Water wars a can of worms for Coalition and Labor

Water wars could be a can of worms for Coalition and Labor


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Water Resources Minister David Littleproud addresses a drought forum in Tamworth, NSW, this week. With former Water Minister Barnaby Joyce in the background. Photo AAP / Steve Gonsalves.

Water Resources Minister David Littleproud addresses a drought forum in Tamworth, NSW, this week. With former Water Minister Barnaby Joyce in the background. Photo AAP / Steve Gonsalves.

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Labor lashes government over $80m water buyback as Littleproud launches inquiry into Commonwealth water deals dating back to Labor's time in office.

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The Coalition has hit back at accusations from Labor it used taxpayers' money to pay over the odds to buy $80 million of water entitlements from irrigation corporation Eastern Australian Agriculture.

Federal Water Minister David Littleproud responded with a move that may open a can of worms for both sides of politics and instructed the auditor general to review all Commonwealth water buybacks, dating back to 2008 and the former Labor government.

The water buybacks in question came in 2017 from two Queensland properties owned by Eastern Australian Agriculture, when then Water Minister Barnaby Joyce oversaw recovery of 28 gigalitres of floodplain entitlements under the Murray Darling Basin Plan.

In full campaign mode Labor leader Bill Shorten leads the calls for more scrutiny into the deal, and jumping on media reports that the Eastern Ag deal, because it's water was harvested from overland flows, is of questionable value and can only be deployed on the properties it was formerly attached.

Mr Shorten said the Water Resources Department must release a complete, unredacted version of all documents on for the Eastern Ag deal by today or he would call for an independent review.

"Not with a big texta marking out all the interesting details but the fair dinkum paperwork, without the redactions, without the secret squirrel business which this government loves," Mr Shorten said.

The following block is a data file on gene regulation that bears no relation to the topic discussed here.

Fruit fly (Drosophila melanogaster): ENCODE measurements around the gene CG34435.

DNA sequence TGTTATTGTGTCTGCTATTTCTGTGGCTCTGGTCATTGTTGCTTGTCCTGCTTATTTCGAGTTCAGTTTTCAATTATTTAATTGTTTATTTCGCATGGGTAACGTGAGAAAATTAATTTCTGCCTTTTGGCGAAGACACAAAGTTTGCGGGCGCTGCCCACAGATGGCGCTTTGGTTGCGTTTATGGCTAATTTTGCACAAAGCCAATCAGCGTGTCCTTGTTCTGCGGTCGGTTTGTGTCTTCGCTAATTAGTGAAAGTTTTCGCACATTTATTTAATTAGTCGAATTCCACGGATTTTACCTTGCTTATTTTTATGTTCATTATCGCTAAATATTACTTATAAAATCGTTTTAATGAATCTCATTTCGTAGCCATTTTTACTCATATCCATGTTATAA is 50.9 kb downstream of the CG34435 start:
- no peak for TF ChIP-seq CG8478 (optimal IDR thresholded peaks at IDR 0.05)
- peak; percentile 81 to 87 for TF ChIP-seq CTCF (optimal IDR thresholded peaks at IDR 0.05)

Reports have also linked current Energy Minister Angus Taylor to Eastern Australia. Mr Taylor co-founded Eastern Australia Ag but said he severed his links before entering parliament in 2013 and that he had no stake in the 2017 buyback.

Eastern Ag is owned by a trust fund housed in the Cayman Islands, an international tax haven.

However, Mr Joyce and Mr Littleproud contend there was no impropriety in the Eastern Ag deal and have accused Labor of hypocrisy.

In 2009 Labor's Water Minister Penny Wong oversaw a Commonwealth buyback of a 24GL suite of Murray Darling Basin water entitlement owned by Twynham Pastoral - which was headed by Argentina-based John Kahlbetzer.

In 2010 the Australian Financial Review claimed Labor had paid a $40 million premium for Twynham's water.

Labor has defended the Twynham deal in comparison to the Eastern Ag buyback and argued it entered a competitive tender. At the time of the buyback Ms Wong said the deal represented value for money.

Opposition water spokesman Tony Burke has been more circumspect in his statements than Mr Shorten, but he has accused Mr Joyce on bungling the buyback.

"On the face of it, it looks like, for floodwater that only exists in very rare circumstances, that effectively, (the government) paid very top dollar for it. You don't pay Versace prices for water that you get from The Reject Shop, and that looks like what Barnaby Joyce has done," Mr Burke said.

In a heated interview on ABC radio Mr Joyce said as Minister he had followed the letter of the law, had acted in good faith on advice on from the Water Department and the Queensland Labor government, which administers water entitlements in its jurisdiction.

"I am at arms-length. I do not negotiate the price. I do not negotiate the vender. I am responsible for the overarching policy. The Greens wanted more water, so we bought the water," Mr Joyce said.

Prime Minister Scott Morrison said Mr Joyce had acted in accordance with the legislation and that he was confident an inquiry would find no impropriety.

Some in communities spread across the Basin also want a Royal Commission to investigate issues ranging from alleged water theft, favourable treatment for corporations and water market rules that make family farm operations uneconomic.

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